The good reason to check on your colors in different lights, then, is that relationships that are not apparent under indoor lighting may suddenly reveal themselves under natural light -- or vice versa.  We didn't realize that there was purple in the hexipuff until we took it outside and held it up against a few differently-colored things; only then did we begin to think that it looked a little too rich to be just red and orange.  Because of that little bit of purple, though, the red and purple look really, really good together:

Moving on to more technical things:  I imagine that most of you are familiar with the color wheel.  In short, they're a way to arrange the colors we perceive on a spectrum, saying "these are related, these are opposed, these are complementary."  Below are two basic color wheels: a modern one and one from 1810, from Goethe's Theory of Colors, and a third, more complicated one from 1874, showing gradations from the "pure colors" into tints (colors + white) and shades (colors + black or grey). 

"So," I hear you thinking, "How does this help me pick colors for my fair isle hat?"

Here is the short answer: pick a main color.  If you have one contrast color, try going two points in either direction (I'm using the first color wheel above for reference here).  If you're using green as your main color, blue or yellow will both look good as contrast colors.  From there, it's always fun to go into the tints & shades color wheel -- bright green with dark blue?  Dark, piney green with light yellow?  Maybe the dark green with the bright green... there are all sorts of possibilities.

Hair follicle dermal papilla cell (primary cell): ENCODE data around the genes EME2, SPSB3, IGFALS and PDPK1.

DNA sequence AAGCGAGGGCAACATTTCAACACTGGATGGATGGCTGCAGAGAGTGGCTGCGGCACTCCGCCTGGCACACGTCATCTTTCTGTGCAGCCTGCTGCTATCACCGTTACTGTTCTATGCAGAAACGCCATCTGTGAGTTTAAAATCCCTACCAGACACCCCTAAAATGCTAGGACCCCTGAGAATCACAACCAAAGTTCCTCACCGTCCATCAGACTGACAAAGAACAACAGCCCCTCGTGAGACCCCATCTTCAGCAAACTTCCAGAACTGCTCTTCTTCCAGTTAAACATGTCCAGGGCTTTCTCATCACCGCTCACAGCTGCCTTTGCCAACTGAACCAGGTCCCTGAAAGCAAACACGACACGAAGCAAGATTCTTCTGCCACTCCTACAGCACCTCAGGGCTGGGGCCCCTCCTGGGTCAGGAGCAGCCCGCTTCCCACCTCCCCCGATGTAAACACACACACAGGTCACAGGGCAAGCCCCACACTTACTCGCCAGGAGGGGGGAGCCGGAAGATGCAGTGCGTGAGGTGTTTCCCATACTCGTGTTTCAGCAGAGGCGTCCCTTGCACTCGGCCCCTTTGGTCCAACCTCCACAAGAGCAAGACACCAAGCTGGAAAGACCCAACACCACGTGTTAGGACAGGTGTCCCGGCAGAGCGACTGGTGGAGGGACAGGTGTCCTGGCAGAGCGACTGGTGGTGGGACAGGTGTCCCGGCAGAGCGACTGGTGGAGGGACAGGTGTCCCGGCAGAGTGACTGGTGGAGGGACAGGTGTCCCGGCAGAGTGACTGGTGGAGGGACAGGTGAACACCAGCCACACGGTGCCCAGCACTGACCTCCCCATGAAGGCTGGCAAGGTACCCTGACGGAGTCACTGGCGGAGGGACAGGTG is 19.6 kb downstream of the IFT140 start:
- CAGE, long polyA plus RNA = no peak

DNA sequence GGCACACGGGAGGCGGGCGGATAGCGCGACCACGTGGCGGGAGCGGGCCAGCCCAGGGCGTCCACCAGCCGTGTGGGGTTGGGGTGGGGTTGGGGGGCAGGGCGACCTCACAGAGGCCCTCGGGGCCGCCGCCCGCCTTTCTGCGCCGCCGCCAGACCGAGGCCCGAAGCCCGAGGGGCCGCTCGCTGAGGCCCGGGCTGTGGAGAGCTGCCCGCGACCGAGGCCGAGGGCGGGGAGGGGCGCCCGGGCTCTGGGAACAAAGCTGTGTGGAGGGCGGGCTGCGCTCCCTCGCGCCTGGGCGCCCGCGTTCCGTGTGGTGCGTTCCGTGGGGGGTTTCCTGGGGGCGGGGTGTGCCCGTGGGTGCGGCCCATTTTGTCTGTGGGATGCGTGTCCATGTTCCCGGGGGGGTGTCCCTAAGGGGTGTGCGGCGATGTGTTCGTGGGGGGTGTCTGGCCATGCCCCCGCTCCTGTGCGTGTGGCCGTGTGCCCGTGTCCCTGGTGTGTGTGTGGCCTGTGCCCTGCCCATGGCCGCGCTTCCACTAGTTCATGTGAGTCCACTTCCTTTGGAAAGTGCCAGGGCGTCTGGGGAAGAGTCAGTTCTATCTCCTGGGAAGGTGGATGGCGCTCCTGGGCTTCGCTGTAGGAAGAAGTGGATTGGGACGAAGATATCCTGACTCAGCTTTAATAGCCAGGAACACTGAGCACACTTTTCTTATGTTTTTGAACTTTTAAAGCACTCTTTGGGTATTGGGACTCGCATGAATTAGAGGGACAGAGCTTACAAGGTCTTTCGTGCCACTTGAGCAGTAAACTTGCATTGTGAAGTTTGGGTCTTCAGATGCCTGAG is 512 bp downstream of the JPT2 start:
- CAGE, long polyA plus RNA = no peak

If you want more than two colors, it's always a good idea to have two that are closely related and one that pops out.  An example: let's say you want a purple main color, as "violet" above.  The next decision is whether you want the purple to read as a warm color (reddish or orangeish) or a cool one (blue/green).  Let's say you want a warm one: a good second color would be one triangle over, a maroon or reddish-violet, because it's closely related to the purple, but different enough that it will stand out.  And then a third color, one that really jumps out and draws attention to the piece: go over another two triangles and you'll have something directly related to CC #1.  Purple, red-purple, and red-orange turns into a warm-toned, rich purple with a few really excellent, bright highlights.

If I'm making something with lots of colors (let's say five, for the sake of having a list to work with), I usually pick out one main color, two closely-related contrast colors, one slightly-less-related color, and one eye-catcher.  Light green MC with a dark green and a sage, maybe, then a yellow-green for the second set of contrast colors, and a bright, electric blue for the eye-catcher: